For the brave there’s always the option of leaving the JVM entirely and trying something like Ruby, Python or Go. It may require adjusting to life outside a familiar IDE or dealing with a new set of libraries, but it’s not a very difficult step to make.

So fair or not let me explain the conclusions I make when I see a J2EE developer resume with many years of experience and no mention of a second or third language experience:

  • Not very interested in learning in an engineering field that is constantly changing.
  • Did the majority of their learning by working on an existing Java codebase, and aren’t interested in spending any time coming up to speed on anything that isn’t currently required for the job.
  • Don’t enjoy development as a pursuit other than the fact that it’s fairly well compensated.
  • Are OK with doing things the hard way because they have one hammer in the toolbox.
  • Think they know a second language because they hack some javascript when required.
  • Copy and Paste is their most common approach to gaining code refuse.
  • Won’t be able to come up to speed quickly.
  • Are going to bomb out in a phone screen, so no point in scheduling one.

RSpec Stubs with no_args

We’ve been getting pretty particular about our stub/mock expectations at work. A few months ago I would been perfectly happy with:

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TwitterGateway.stub(:new).and_return(double)

I didn’t worry about specifying that I didn’t pass any arguments to the constructor. After it was pointed out that the stub didn’t really fully specify its’ expectations I changed to this style:

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TwitterGateway.stub(:new).with().and_return(double)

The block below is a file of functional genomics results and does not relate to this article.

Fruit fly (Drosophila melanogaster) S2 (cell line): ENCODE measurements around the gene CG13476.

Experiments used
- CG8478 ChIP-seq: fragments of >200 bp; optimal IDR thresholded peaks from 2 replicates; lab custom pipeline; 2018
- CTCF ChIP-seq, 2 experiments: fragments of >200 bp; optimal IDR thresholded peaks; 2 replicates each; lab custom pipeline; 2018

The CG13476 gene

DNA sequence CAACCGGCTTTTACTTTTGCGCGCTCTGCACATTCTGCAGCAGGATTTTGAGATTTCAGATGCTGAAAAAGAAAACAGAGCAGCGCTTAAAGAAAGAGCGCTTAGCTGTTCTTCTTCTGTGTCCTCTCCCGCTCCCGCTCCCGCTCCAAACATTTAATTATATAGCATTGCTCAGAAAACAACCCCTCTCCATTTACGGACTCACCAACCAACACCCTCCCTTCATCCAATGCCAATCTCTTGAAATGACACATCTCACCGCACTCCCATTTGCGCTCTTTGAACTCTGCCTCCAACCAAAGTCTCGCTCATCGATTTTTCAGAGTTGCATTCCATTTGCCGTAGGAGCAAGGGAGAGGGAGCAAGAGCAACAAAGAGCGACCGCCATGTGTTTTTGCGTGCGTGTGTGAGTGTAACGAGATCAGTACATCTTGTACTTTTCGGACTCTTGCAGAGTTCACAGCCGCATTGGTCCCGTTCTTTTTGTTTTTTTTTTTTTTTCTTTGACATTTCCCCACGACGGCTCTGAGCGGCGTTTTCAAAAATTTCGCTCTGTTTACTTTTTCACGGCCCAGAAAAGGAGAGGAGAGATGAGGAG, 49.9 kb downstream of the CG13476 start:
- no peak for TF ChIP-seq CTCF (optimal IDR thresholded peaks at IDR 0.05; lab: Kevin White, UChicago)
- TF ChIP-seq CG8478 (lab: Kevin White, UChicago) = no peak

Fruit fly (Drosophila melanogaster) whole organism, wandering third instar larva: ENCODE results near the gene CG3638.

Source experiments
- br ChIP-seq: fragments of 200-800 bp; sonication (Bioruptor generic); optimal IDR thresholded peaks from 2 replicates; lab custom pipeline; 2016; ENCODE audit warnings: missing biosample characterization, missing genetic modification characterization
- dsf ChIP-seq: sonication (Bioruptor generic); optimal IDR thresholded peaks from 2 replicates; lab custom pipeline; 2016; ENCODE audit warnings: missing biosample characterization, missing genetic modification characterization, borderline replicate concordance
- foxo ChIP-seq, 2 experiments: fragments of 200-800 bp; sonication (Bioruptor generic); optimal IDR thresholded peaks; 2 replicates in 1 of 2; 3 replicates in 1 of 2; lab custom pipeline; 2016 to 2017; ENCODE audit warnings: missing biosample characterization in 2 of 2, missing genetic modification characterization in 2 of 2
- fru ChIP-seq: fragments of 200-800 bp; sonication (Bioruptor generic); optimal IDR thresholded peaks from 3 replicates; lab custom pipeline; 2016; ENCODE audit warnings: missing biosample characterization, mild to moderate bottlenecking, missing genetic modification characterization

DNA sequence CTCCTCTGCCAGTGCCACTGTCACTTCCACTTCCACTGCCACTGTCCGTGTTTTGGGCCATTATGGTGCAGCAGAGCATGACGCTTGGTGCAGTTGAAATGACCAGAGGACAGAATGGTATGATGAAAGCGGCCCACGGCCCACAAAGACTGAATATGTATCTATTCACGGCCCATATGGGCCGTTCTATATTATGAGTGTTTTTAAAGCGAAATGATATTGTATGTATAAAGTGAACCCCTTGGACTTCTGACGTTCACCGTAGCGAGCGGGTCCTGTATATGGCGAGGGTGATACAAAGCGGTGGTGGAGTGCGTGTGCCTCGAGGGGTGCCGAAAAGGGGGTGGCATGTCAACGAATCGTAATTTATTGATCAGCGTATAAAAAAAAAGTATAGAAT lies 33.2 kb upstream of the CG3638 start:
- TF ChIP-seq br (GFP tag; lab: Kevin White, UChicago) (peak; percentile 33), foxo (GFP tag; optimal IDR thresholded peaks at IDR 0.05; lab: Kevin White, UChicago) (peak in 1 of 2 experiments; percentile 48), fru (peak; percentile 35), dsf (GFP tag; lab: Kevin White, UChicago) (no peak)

Then a colleague pointed out a nice bit of syntactic sugar. You can simply specify a no_args matcher if no arguments are passed in:

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TwitterGateway.stub(:new).with(no_args).and_return(double)

A more complete stub with better readability. Reminds me of how I fell in love with RSpec the first time I saw it back in 2006.

One Year with Jasmine

It’s been about one year since we introduced Jasmine as our default for Javascript testing. Looking back it’s easy to declare it a success:

  • We test all our new javascript instead of just deciding it isn’t worth the effort.
  • Javascript is broken out into files instead of having the temptation of just leaving it inline in a view template.
  • Functions are broken down and refactored to be small and testable.
  • We’ve even been able to test some complex Closure javascript using Jasmine instead of JSUnit.
  • Running the full Jasmine suite is a part of every CI build.

If we’d only achieved a few of these things I’d consider it a big success. For a long time my default approach was to handle Javascript testing through functional Selenium based tests. While these are valuable tests, they certainly don’t help doing TDD with Javascript. Jasmine has finally allowed me to stay in a BDD/TDD workflow when switching between Ruby and Javascript.